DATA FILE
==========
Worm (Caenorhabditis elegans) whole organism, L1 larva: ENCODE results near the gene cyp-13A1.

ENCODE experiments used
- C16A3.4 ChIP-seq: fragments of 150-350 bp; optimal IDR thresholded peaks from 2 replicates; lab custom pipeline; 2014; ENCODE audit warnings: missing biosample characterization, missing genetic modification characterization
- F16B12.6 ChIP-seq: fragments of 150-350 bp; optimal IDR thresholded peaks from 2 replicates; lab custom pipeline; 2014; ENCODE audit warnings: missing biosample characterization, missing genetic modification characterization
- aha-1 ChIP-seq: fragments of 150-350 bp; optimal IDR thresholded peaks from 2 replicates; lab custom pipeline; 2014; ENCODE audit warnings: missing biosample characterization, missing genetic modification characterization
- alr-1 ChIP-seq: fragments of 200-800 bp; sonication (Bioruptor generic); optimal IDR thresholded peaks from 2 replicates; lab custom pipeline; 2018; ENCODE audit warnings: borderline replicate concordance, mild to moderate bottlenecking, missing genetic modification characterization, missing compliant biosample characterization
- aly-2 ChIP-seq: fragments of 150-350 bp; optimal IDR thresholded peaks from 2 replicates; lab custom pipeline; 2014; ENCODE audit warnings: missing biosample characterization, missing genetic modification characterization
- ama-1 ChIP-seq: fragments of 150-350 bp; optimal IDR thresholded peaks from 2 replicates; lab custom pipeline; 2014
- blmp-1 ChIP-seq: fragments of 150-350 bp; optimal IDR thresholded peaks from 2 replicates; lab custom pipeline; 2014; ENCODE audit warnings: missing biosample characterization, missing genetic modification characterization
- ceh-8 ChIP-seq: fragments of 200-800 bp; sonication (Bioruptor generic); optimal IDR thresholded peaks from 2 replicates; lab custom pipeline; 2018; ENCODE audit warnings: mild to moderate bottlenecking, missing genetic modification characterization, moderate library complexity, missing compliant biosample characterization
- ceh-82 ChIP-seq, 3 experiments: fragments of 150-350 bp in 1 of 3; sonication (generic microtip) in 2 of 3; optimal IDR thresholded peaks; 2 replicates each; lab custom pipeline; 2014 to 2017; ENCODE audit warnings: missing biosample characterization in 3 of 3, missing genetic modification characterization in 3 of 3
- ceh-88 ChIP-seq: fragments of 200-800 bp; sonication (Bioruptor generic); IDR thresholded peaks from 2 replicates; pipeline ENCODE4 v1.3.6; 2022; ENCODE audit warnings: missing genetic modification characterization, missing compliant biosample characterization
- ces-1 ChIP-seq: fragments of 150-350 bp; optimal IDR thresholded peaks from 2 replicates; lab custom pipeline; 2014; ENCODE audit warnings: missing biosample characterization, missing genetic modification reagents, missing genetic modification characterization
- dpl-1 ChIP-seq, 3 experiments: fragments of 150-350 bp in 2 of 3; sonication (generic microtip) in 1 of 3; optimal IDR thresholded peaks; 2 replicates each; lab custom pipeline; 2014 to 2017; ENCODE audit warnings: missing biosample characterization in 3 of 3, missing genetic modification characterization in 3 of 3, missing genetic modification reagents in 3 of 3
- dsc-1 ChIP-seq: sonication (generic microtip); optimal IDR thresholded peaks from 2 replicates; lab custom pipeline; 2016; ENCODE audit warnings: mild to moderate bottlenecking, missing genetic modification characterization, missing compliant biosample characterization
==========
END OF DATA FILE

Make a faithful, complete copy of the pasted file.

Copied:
Worm (Caenorhabditis elegans) whole organism, L1 larva: ENCODE results near the gene cyp-13A1.

ENCODE experiments used
- C16A3.4 ChIP-seq: fragments of 150-350 bp; optimal IDR thresholded peaks from 2 replicates; lab custom pipeline; 2014; ENCODE audit warnings: missing biosample characterization, missing genetic modification characterization
- F16B12.6 ChIP-seq: fragments of 150-350 bp; optimal IDR thresholded peaks from 2 replicates; lab custom pipeline; 2014; ENCODE audit warnings: missing biosample characterization, missing genetic modification characterization
- aha-1 ChIP-seq: fragments of 150-350 bp; optimal IDR thresholded peaks from 2 replicates; lab custom pipeline; 2014; ENCODE audit warnings: missing biosample characterization, missing genetic modification characterization
- alr-1 ChIP-seq: fragments of 200-800 bp; sonication (Bioruptor generic); optimal IDR thresholded peaks from 2 replicates; lab custom pipeline; 2018; ENCODE audit warnings: borderline replicate concordance, mild to moderate bottlenecking, missing genetic modification characterization, missing compliant biosample characterization
- aly-2 ChIP-seq: fragments of 150-350 bp; optimal IDR thresholded peaks from 2 replicates; lab custom pipeline; 2014; ENCODE audit warnings: missing biosample characterization, missing genetic modification characterization
- ama-1 ChIP-seq: fragments of 150-350 bp; optimal IDR thresholded peaks from 2 replicates; lab custom pipeline; 2014
- blmp-1 ChIP-seq: fragments of 150-350 bp; optimal IDR thresholded peaks from 2 replicates; lab custom pipeline; 2014; ENCODE audit warnings: missing biosample characterization, missing genetic modification characterization
- ceh-8 ChIP-seq: fragments of 200-800 bp; sonication (Bioruptor generic); optimal IDR thresholded peaks from 2 replicates; lab custom pipeline; 2018; ENCODE audit warnings: mild to moderate bottlenecking, missing genetic modification characterization, moderate library complexity, missing compliant biosample characterization
- ceh-82 ChIP-seq, 3 experiments: fragments of 150-350 bp in 1 of 3; sonication (generic microtip) in 2 of 3; optimal IDR thresholded peaks; 2 replicates each; lab custom pipeline; 2014 to 2017; ENCODE audit warnings: missing biosample characterization in 3 of 3, missing genetic modification characterization in 3 of 3
- ceh-88 ChIP-seq: fragments of 200-800 bp; sonication (Bioruptor generic); IDR thresholded peaks from 2 replicates; pipeline ENCODE4 v1.3.6; 2022; ENCODE audit warnings: missing genetic modification characterization, missing compliant biosample characterization
- ces-1 ChIP-seq: fragments of 150-350 bp; optimal IDR thresholded peaks from 2 replicates; lab custom pipeline; 2014; ENCODE audit warnings: missing biosample characterization, missing genetic modification reagents, missing genetic modification characterization
- dpl-1 ChIP-seq, 3 experiments: fragments of 150-350 bp in 2 of 3; sonication (generic microtip) in 1 of 3; optimal IDR thresholded peaks; 2 replicates each; lab custom pipeline; 2014 to 2017; ENCODE audit warnings: missing biosample characterization in 3 of 3, missing genetic modification characterization in 3 of 3, missing genetic modification reagents in 3 of 3
- dsc-1 ChIP-seq: sonication (generic microtip); optimal IDR thresholded peaks from 2 replicates; lab custom pipeline; 2016; ENCODE audit warnings: mild to moderate bottlenecking, missing genetic modification characterization, missing compliant biosample characterization